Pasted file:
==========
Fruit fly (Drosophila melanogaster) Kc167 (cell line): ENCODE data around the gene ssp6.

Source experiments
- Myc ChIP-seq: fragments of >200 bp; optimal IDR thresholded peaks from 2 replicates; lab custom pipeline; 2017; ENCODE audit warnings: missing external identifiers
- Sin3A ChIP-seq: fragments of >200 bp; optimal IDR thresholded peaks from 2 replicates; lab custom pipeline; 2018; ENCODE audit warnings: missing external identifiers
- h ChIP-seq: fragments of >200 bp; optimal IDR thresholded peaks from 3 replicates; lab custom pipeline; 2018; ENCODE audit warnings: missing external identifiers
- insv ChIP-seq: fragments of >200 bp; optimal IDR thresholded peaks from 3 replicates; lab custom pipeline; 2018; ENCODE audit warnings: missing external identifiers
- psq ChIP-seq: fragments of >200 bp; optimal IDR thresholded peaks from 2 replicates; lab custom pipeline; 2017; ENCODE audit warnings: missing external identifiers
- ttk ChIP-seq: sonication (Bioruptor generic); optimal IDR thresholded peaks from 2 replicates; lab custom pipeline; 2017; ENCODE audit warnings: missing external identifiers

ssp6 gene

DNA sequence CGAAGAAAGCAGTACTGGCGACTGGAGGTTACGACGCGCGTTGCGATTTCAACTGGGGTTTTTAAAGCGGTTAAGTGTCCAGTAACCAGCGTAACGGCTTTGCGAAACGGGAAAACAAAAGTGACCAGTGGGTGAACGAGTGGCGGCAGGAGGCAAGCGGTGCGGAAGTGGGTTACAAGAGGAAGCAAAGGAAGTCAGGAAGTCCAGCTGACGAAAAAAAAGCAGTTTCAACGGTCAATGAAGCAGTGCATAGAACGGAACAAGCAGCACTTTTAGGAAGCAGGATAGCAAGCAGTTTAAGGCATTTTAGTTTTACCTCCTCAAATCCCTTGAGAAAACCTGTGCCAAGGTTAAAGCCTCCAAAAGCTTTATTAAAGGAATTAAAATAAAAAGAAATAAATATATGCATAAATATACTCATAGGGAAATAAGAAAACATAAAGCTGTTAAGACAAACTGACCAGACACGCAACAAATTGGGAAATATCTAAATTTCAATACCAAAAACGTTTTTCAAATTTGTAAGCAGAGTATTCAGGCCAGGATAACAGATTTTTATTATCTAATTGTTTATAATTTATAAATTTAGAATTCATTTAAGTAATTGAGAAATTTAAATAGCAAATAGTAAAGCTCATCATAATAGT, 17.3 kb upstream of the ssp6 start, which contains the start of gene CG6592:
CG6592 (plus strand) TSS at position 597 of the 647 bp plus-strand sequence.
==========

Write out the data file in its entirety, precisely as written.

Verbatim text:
Fruit fly (Drosophila melanogaster) Kc167 (cell line): ENCODE data around the gene ssp6.

Source experiments
- Myc ChIP-seq: fragments of >200 bp; optimal IDR thresholded peaks from 2 replicates; lab custom pipeline; 2017; ENCODE audit warnings: missing external identifiers
- Sin3A ChIP-seq: fragments of >200 bp; optimal IDR thresholded peaks from 2 replicates; lab custom pipeline; 2018; ENCODE audit warnings: missing external identifiers
- h ChIP-seq: fragments of >200 bp; optimal IDR thresholded peaks from 3 replicates; lab custom pipeline; 2018; ENCODE audit warnings: missing external identifiers
- insv ChIP-seq: fragments of >200 bp; optimal IDR thresholded peaks from 3 replicates; lab custom pipeline; 2018; ENCODE audit warnings: missing external identifiers
- psq ChIP-seq: fragments of >200 bp; optimal IDR thresholded peaks from 2 replicates; lab custom pipeline; 2017; ENCODE audit warnings: missing external identifiers
- ttk ChIP-seq: sonication (Bioruptor generic); optimal IDR thresholded peaks from 2 replicates; lab custom pipeline; 2017; ENCODE audit warnings: missing external identifiers

ssp6 gene

DNA sequence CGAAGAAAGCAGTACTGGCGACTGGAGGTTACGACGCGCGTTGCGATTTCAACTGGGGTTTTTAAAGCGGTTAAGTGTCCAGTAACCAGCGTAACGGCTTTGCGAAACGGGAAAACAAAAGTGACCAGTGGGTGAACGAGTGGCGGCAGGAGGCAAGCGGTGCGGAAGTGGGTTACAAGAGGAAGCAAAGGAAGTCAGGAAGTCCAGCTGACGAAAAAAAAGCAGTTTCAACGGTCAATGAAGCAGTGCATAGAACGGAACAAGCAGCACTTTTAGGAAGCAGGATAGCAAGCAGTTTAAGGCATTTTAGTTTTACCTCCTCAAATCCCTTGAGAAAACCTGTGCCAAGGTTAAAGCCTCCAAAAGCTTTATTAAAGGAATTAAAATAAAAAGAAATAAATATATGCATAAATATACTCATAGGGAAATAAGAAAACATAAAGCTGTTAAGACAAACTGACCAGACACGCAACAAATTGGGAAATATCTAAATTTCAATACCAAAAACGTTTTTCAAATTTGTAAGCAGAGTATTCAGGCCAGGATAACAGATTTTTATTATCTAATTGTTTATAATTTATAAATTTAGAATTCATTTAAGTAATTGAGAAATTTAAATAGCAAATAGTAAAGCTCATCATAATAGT, 17.3 kb upstream of the ssp6 start, which contains the start of gene CG6592:
CG6592 (plus strand) TSS at position 597 of the 647 bp plus-strand sequence.